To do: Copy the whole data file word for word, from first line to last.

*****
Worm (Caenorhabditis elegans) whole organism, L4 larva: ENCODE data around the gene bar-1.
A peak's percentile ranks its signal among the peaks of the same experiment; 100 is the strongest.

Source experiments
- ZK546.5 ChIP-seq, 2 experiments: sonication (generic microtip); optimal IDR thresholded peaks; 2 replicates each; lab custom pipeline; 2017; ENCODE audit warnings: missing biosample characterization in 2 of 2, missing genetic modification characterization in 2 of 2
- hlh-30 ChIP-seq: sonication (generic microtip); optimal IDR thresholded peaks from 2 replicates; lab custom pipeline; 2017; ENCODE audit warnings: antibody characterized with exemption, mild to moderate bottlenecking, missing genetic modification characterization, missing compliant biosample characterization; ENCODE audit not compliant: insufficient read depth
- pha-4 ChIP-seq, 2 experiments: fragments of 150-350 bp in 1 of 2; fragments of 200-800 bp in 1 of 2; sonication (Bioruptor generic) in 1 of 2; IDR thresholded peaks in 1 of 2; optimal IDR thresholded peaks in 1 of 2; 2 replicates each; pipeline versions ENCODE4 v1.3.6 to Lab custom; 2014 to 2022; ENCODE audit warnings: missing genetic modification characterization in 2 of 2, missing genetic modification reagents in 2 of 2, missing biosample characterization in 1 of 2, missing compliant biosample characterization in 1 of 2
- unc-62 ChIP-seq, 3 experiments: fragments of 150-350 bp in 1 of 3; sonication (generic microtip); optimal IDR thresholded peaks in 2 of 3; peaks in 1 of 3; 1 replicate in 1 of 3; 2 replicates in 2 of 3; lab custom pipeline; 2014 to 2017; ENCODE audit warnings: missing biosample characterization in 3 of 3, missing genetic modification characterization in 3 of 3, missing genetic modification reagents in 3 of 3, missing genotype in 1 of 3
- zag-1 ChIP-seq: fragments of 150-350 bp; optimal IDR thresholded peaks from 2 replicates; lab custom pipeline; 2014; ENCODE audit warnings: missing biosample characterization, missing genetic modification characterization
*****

Worm (Caenorhabditis elegans) whole organism, L4 larva: ENCODE data around the gene bar-1.
A peak's percentile ranks its signal among the peaks of the same experiment; 100 is the strongest.

Source experiments
- ZK546.5 ChIP-seq, 2 experiments: sonication (generic microtip); optimal IDR thresholded peaks; 2 replicates each; lab custom pipeline; 2017; ENCODE audit warnings: missing biosample characterization in 2 of 2, missing genetic modification characterization in 2 of 2
- hlh-30 ChIP-seq: sonication (generic microtip); optimal IDR thresholded peaks from 2 replicates; lab custom pipeline; 2017; ENCODE audit warnings: antibody characterized with exemption, mild to moderate bottlenecking, missing genetic modification characterization, missing compliant biosample characterization; ENCODE audit not compliant: insufficient read depth
- pha-4 ChIP-seq, 2 experiments: fragments of 150-350 bp in 1 of 2; fragments of 200-800 bp in 1 of 2; sonication (Bioruptor generic) in 1 of 2; IDR thresholded peaks in 1 of 2; optimal IDR thresholded peaks in 1 of 2; 2 replicates each; pipeline versions ENCODE4 v1.3.6 to Lab custom; 2014 to 2022; ENCODE audit warnings: missing genetic modification characterization in 2 of 2, missing genetic modification reagents in 2 of 2, missing biosample characterization in 1 of 2, missing compliant biosample characterization in 1 of 2
- unc-62 ChIP-seq, 3 experiments: fragments of 150-350 bp in 1 of 3; sonication (generic microtip); optimal IDR thresholded peaks in 2 of 3; peaks in 1 of 3; 1 replicate in 1 of 3; 2 replicates in 2 of 3; lab custom pipeline; 2014 to 2017; ENCODE audit warnings: missing biosample characterization in 3 of 3, missing genetic modification characterization in 3 of 3, missing genetic modification reagents in 3 of 3, missing genotype in 1 of 3
- zag-1 ChIP-seq: fragments of 150-350 bp; optimal IDR thresholded peaks from 2 replicates; lab custom pipeline; 2014; ENCODE audit warnings: missing biosample characterization, missing genetic modification characterization